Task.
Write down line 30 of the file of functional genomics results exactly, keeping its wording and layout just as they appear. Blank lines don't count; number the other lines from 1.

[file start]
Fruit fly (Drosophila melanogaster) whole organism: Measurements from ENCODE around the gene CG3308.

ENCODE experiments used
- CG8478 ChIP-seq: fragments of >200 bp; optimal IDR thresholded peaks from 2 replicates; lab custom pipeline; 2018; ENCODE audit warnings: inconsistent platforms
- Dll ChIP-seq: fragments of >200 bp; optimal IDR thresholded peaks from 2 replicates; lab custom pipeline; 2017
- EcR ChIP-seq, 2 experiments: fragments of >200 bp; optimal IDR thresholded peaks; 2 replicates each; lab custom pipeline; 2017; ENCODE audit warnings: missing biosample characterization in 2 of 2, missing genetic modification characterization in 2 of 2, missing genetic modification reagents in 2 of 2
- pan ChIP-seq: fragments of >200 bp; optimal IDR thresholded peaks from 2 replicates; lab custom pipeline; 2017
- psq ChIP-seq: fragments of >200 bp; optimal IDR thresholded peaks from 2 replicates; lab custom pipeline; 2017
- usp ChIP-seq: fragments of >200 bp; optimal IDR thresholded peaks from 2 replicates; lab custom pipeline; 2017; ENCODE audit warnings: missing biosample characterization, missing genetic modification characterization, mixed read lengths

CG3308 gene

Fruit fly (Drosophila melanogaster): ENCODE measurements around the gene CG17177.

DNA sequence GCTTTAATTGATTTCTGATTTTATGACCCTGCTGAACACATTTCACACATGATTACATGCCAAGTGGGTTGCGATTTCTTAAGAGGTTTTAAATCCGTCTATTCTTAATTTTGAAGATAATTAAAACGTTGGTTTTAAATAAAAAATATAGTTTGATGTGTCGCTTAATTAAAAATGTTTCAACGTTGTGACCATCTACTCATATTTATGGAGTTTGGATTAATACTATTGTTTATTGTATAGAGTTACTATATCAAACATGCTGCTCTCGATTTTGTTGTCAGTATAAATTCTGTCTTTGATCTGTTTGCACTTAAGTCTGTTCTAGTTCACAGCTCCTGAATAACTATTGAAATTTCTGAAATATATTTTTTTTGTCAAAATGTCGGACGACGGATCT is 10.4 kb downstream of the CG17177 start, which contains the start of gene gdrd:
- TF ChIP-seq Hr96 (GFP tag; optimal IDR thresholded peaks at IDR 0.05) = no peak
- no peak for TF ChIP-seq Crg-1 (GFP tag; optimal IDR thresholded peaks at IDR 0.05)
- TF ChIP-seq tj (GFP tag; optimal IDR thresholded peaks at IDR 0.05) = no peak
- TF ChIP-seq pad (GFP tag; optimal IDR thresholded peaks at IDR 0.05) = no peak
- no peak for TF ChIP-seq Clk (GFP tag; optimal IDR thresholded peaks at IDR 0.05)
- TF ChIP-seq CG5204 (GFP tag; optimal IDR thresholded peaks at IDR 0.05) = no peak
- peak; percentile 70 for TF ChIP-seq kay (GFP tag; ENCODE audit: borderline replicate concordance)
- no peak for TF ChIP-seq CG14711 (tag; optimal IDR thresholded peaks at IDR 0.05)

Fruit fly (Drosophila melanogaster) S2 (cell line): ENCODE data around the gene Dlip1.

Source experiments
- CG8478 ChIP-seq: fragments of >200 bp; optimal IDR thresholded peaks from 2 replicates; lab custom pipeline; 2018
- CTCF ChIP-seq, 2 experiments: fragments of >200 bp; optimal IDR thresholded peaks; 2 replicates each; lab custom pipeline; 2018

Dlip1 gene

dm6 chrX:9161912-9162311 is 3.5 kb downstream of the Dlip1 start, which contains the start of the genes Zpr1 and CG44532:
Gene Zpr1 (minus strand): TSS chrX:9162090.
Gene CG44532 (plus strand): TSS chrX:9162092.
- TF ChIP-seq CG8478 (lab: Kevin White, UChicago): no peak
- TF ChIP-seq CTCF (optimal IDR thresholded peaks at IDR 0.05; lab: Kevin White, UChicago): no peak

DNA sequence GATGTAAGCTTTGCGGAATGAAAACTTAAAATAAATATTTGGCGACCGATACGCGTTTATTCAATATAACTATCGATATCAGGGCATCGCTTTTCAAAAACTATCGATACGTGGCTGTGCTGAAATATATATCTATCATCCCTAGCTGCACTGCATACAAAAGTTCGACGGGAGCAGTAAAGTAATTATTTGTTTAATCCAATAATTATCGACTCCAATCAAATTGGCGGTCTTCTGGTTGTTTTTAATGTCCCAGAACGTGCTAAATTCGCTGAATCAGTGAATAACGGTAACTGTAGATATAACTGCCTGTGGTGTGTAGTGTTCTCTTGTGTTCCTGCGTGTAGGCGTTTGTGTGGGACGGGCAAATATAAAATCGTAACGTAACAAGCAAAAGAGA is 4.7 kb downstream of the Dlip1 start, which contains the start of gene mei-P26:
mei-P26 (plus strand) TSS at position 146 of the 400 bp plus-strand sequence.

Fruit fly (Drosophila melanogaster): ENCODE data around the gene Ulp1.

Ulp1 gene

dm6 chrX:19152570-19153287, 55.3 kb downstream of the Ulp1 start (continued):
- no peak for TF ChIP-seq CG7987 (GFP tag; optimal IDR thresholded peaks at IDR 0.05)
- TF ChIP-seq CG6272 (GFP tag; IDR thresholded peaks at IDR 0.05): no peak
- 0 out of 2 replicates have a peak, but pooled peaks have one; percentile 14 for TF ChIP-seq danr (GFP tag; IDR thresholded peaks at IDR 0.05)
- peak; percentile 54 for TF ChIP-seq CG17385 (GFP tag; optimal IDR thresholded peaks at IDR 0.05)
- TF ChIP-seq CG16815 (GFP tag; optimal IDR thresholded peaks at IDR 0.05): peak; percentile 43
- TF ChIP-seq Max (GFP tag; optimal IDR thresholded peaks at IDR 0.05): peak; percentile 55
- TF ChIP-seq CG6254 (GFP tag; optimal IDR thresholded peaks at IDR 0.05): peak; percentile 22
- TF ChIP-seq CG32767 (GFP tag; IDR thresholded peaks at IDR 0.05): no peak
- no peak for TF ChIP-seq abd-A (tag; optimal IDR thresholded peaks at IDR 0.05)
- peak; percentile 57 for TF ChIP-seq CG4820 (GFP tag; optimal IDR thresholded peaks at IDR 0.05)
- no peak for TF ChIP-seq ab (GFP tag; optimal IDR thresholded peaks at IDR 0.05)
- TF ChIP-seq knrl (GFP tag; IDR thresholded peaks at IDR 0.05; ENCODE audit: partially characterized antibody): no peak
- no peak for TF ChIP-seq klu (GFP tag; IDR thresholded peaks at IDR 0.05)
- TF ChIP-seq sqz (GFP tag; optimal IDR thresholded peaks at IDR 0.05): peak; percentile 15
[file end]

DNA sequence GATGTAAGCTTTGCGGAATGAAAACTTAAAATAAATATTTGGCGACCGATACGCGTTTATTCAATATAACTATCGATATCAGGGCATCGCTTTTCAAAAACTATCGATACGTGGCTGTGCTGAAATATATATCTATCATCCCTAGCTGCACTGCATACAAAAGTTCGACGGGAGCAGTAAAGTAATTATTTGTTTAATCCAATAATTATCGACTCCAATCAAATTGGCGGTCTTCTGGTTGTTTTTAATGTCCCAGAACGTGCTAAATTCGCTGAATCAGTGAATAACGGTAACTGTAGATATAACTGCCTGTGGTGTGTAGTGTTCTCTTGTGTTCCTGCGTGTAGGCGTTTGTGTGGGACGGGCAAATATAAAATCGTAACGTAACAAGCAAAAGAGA is 4.7 kb downstream of the Dlip1 start, which contains the start of gene mei-P26: